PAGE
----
3. Design Coding: Mediating the Tyrannies of Practice

  1. Steve Tiesdell2 and
  2. David Adams3
  1. Matthew Carmona

Published Online: 13 APR 2011

DOI: 10.1002/9781444341188.ch3

Urban Design in the Real Estate Development Process

Urban Design in the Real Estate Development Process

How to Cite

Carmona, M. (2011) Design Coding: Mediating the Tyrannies of Practice, in Urban Design in the Real Estate Development Process (eds S. Tiesdell and D. Adams), Wiley-Blackwell, Oxford, UK. doi: 10.1002/9781444341188.ch3

Editor Information

  1. 2

    Department of Urban Studies, University of Glasgow, UK

  2. 3

    Urban Studies, University of Glasgow, UK

Author Information

  1. UCL, UK

Publication History

  1. Published Online: 13 APR 2011
  2. Published Print: 20 MAY 2011

Book Series:

  1. RICS Research

Book Series Editors:

  1. Stephen Brown4,
  2. John Henneberry5,
  3. K. W. Chau6 and
  4. Elaine Worzala7

Series Editor Information

  1. 4

    Royal Institution of Chartered Surveyors, UK

  2. 5

    Department of Town & Regional Planning, University of Sheffield, USA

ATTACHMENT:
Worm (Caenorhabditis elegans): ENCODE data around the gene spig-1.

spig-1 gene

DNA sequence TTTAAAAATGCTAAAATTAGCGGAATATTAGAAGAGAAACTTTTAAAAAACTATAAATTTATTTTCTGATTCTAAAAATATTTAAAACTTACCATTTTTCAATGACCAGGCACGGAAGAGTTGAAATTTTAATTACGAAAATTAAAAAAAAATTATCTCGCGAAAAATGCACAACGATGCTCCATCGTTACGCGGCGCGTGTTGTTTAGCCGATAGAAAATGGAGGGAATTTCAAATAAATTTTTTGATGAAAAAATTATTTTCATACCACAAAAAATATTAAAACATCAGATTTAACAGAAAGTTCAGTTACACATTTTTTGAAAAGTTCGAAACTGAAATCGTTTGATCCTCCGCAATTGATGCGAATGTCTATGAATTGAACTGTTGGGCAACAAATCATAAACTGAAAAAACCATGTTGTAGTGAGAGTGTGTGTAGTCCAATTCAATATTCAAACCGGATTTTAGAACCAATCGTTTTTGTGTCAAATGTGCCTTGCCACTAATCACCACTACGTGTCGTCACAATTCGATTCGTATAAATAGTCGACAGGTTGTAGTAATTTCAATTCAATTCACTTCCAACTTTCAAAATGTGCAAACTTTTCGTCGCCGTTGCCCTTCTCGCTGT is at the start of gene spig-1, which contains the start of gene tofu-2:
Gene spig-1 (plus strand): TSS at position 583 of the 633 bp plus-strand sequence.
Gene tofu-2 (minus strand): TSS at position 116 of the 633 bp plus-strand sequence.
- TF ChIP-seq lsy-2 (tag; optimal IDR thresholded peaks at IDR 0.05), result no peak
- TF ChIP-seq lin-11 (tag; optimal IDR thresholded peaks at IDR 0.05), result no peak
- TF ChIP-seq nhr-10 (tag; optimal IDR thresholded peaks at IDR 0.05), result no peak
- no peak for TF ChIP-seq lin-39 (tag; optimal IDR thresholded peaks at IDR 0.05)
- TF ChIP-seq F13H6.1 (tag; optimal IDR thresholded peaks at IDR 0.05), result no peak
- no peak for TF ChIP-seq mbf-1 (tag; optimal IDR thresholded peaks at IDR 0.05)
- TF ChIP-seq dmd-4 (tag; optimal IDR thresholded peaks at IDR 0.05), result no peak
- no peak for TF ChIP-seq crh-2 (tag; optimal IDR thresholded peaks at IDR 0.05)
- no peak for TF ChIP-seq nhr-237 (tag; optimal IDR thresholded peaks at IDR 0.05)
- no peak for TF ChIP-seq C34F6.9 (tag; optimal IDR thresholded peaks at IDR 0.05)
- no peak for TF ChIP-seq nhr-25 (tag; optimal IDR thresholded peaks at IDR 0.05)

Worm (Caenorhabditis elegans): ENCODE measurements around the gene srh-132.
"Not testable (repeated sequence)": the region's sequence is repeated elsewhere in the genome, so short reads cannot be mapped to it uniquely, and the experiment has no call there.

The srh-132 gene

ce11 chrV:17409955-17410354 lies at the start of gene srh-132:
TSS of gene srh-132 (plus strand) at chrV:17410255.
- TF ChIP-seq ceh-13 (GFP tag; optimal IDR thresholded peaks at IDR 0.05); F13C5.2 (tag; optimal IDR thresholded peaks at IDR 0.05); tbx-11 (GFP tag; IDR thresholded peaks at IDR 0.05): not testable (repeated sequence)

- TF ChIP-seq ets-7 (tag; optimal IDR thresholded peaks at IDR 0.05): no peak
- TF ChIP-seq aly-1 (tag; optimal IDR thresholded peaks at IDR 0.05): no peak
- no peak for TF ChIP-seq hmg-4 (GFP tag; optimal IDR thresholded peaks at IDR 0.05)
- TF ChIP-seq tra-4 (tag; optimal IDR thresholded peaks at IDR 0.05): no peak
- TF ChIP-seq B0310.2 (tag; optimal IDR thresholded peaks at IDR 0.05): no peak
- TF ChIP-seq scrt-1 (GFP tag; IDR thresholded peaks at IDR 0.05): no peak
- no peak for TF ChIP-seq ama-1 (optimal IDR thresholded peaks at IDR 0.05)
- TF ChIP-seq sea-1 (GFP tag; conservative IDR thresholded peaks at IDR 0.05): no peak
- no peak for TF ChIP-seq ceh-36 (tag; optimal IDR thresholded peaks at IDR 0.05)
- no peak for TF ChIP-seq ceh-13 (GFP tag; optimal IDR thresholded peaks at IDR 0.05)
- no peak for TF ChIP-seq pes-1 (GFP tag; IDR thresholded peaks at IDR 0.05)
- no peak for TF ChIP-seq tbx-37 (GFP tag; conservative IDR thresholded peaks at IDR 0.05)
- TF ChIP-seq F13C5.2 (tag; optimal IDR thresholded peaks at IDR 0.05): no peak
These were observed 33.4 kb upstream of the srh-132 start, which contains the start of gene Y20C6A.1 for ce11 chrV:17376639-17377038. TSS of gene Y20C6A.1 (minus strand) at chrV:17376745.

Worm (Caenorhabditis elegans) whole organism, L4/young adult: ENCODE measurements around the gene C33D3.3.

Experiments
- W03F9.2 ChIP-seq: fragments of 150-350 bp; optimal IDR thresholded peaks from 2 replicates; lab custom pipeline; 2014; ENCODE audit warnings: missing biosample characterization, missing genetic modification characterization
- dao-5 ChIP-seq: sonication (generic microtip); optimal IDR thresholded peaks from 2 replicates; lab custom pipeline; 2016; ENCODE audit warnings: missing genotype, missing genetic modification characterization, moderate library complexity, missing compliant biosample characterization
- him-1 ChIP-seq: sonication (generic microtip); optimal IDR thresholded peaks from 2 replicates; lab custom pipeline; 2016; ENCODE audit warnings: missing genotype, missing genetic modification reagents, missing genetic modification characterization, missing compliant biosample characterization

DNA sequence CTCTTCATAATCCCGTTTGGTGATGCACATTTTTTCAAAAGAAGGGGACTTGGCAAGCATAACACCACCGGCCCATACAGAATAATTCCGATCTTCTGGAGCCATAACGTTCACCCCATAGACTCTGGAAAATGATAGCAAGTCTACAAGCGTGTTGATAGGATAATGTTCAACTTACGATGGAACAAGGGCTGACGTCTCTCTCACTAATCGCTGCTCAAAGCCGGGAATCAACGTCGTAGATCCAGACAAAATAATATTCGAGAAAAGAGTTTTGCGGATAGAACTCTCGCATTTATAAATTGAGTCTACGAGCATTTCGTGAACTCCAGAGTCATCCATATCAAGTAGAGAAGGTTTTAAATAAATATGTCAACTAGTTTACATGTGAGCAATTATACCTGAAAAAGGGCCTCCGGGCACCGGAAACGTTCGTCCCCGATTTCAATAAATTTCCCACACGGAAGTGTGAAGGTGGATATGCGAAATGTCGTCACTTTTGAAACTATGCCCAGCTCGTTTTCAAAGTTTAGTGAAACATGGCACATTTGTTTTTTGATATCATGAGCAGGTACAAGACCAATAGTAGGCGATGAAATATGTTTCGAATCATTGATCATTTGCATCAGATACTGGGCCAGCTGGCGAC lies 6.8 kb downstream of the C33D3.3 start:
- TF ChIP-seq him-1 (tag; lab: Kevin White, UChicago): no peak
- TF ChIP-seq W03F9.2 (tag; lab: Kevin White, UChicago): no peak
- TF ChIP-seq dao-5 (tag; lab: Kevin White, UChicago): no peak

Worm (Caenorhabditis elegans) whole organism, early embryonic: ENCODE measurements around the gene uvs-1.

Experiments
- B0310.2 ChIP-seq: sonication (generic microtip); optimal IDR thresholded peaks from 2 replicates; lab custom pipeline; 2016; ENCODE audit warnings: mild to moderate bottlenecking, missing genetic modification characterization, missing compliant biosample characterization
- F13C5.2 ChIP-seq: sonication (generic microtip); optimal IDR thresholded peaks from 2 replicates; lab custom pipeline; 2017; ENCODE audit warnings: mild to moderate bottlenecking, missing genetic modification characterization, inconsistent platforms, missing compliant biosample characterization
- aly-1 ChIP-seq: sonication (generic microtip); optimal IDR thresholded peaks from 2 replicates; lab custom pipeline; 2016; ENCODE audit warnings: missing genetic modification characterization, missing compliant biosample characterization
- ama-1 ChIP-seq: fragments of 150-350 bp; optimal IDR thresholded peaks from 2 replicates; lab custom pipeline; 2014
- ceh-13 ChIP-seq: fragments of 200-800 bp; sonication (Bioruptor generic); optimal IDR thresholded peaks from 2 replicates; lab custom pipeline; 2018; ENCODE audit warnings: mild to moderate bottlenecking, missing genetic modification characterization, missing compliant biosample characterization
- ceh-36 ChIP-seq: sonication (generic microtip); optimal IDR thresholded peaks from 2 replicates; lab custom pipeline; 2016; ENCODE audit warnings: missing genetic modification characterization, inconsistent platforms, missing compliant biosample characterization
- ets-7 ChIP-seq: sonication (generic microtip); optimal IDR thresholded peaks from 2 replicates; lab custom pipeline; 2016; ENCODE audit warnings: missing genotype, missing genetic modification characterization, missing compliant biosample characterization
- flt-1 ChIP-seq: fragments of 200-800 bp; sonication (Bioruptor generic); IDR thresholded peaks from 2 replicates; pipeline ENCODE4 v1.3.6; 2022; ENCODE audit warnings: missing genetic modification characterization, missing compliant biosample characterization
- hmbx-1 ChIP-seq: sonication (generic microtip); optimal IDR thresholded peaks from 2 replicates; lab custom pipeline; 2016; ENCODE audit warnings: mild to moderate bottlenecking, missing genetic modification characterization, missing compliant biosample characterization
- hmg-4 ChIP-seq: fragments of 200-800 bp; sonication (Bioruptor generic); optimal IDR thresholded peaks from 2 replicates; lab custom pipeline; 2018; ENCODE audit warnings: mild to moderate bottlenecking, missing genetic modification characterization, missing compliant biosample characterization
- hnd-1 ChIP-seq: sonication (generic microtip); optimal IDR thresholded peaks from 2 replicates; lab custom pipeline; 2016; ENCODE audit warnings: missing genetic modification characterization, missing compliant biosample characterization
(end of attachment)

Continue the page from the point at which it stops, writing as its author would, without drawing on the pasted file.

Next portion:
3. 6

    Department of Real Estate and Construction, The University of Hong Kong, UK

  4. 7

    Department of Real Estate, Johns Hopkins University, USA

ISBN Information

Print ISBN: 9781405192194

Online ISBN: 9781444341188

SEARCH

Keywords:

  • better quality places;
  • design codes;
  • integrated development;
  • professional discourse;
  • stakeholder co-ordination;
  • tyranny by architects;
  • tyranny by developers;
  • tyranny by regulators

Summary

attributes the poor design quality of much recent development to three tyrannies of practice, which accord undue power respectively to architects (the creative tyranny), developers (the market tyranny) and bureaucrats (the regulatory tyranny). While these tyrannies represent extremes, they each lead to sub-standard development solutions based on conflict, compromise and delay. Design codes offer a site-specific tool that breaks through these conflicting tyrannies by providing clarity on expected design quality. This creates certainty for developers and local communities and helps to deliver faster development. The chapter reports detailed research to show how design codes provide an effective means to deliver better places by integrating (and trading off) the requirements of creative, market and regulatory stakeholders. Despite criticism from prominent architects and others, design codes are seen to have the potential to ensure greater co-ordination of development, enhanced economic value, a more certain planning process as well as better quality development.